The other advance in surveillance systems is the ability to be networked. “The trend toward networked video surveillance systems opens up a whole new realm of camera viewing and control possibilities,” said Frank Abram, vice president for Panasonic Security Systems. “Networking provides many different ways for retailers to monitor their facility or facilities from remote locations and allows them to interface their video equipment with related devices such as POS systems, more easily.”
Retailers, for instance, can view their store’s live surveillance from a remote location, even from their PC at home. Schaefer thinks such remote viewing possibilities can help with customer service issues as well as security. “Right now, I’m watching a woman wandering around in an aisle and I’m wondering why someone isn’t helping her,” he said, from his office.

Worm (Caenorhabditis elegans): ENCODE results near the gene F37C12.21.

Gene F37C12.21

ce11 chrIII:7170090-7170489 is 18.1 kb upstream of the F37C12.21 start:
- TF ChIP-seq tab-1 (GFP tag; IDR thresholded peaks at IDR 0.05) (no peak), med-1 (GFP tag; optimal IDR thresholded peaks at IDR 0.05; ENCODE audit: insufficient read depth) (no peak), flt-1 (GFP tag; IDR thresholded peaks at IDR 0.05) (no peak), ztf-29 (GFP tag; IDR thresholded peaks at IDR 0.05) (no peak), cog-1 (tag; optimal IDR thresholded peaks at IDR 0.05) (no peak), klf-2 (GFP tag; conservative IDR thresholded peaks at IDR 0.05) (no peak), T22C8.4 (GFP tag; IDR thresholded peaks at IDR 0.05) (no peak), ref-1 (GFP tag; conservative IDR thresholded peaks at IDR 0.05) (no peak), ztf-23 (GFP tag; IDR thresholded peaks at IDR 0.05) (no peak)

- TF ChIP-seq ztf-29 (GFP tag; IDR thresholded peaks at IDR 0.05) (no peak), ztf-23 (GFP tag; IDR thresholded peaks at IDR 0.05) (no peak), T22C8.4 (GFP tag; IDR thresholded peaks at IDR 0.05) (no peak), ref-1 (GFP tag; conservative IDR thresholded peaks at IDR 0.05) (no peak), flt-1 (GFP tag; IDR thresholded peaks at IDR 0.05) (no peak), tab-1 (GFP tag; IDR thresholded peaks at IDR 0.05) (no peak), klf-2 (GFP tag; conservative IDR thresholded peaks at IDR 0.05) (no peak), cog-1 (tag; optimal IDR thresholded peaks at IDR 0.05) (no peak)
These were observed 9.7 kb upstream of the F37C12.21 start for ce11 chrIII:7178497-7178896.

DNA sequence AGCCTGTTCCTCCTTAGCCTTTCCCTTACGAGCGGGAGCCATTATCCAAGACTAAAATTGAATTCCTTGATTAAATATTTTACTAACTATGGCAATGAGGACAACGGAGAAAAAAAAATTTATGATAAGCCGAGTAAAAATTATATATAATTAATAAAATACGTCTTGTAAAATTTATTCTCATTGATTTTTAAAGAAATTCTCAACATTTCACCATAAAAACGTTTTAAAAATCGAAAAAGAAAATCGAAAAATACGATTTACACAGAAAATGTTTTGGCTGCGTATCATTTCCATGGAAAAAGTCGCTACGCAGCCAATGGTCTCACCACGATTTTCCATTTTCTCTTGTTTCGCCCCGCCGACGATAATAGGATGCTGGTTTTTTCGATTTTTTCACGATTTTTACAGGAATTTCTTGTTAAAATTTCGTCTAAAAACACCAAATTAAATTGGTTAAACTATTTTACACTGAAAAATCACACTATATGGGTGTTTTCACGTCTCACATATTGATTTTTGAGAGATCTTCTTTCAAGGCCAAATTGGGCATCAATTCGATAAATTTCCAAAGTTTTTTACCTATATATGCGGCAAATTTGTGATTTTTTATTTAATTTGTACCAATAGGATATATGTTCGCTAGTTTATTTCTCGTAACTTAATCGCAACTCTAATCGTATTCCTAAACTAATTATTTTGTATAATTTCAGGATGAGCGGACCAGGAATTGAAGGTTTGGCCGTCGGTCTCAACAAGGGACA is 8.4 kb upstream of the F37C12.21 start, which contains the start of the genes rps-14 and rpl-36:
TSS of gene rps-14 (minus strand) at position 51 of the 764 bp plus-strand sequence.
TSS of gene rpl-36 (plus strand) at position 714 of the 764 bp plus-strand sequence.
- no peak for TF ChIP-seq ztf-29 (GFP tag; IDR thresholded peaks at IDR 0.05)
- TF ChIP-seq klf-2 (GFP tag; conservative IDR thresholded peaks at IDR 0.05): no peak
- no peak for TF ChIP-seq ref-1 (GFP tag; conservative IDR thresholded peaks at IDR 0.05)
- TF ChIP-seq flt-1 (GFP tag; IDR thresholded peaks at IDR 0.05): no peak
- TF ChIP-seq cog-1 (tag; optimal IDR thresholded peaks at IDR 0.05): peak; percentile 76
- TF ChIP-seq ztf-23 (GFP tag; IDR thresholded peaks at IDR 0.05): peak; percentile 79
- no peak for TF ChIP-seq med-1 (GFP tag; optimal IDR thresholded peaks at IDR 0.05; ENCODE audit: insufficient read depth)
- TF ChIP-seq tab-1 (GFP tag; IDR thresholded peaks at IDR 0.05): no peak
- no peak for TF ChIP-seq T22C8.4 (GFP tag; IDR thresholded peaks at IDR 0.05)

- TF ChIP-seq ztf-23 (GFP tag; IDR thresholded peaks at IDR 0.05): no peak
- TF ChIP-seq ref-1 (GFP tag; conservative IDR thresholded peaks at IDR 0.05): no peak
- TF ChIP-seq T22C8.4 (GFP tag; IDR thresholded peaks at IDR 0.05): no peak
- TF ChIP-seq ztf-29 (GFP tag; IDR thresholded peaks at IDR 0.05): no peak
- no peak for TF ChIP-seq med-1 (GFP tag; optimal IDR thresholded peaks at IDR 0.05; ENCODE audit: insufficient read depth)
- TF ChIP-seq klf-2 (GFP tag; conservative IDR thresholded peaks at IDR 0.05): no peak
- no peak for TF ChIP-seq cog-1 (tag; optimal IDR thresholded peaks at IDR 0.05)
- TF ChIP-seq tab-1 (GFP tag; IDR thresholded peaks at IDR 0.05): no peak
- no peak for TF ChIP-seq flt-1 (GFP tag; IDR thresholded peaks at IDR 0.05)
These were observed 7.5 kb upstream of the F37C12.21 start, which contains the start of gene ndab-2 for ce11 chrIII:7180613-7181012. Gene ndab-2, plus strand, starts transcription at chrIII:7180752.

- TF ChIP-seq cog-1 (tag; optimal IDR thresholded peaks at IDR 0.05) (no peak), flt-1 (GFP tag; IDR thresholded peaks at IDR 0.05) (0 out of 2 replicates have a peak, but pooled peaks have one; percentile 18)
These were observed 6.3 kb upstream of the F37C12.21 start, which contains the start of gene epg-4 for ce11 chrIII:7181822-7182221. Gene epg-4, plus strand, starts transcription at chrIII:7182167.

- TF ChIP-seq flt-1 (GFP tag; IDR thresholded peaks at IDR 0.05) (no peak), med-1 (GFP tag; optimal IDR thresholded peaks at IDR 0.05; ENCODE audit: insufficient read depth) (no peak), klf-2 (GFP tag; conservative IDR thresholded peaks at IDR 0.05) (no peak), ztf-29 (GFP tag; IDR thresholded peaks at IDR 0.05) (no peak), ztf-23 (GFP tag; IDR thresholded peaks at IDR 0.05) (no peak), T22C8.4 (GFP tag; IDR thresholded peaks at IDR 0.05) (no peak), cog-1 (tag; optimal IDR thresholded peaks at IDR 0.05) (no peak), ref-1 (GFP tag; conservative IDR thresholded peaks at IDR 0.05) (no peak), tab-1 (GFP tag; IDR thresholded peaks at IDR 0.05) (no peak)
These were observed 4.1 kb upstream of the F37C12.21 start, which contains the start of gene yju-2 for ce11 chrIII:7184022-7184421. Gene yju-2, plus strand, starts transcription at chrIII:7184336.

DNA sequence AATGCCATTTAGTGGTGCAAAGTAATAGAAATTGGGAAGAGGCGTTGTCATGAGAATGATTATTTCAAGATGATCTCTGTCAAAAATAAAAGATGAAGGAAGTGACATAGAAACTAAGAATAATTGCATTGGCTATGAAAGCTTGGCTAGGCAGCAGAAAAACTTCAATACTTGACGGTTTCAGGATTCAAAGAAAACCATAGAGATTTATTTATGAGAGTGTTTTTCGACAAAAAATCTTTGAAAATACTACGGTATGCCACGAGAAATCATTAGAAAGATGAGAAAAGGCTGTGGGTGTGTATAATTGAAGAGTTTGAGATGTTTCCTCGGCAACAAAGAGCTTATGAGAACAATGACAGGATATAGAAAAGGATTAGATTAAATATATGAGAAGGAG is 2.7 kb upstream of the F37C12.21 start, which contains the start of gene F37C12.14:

Another cutting-edge feature of Schaefer’s new system is a small wireless camera. “We can hide that in places we think we have a problem,” said Schaefer.
Intelli-Check’s ID-Check terminal, which analyzes and displays information encoded on driver’s licenses, military identification and other forms of state and government identification.
Rick Curtis, owner of the Curtis Liquor operation based in South Weymouth, MA, also has digital systems, each with 10 cameras, in his three stores. “It allows you, after the fact, to focus in on what’s been recorded, slow, stop, reverse the action, zoom in 500 to 600%,” he said. “The technology is amazing.”
Curtis paid $3,000 to $3,500 per recorder. “Believe me, it is money well-spent,” he said. “If you catch just one employee, it can pay for itself.”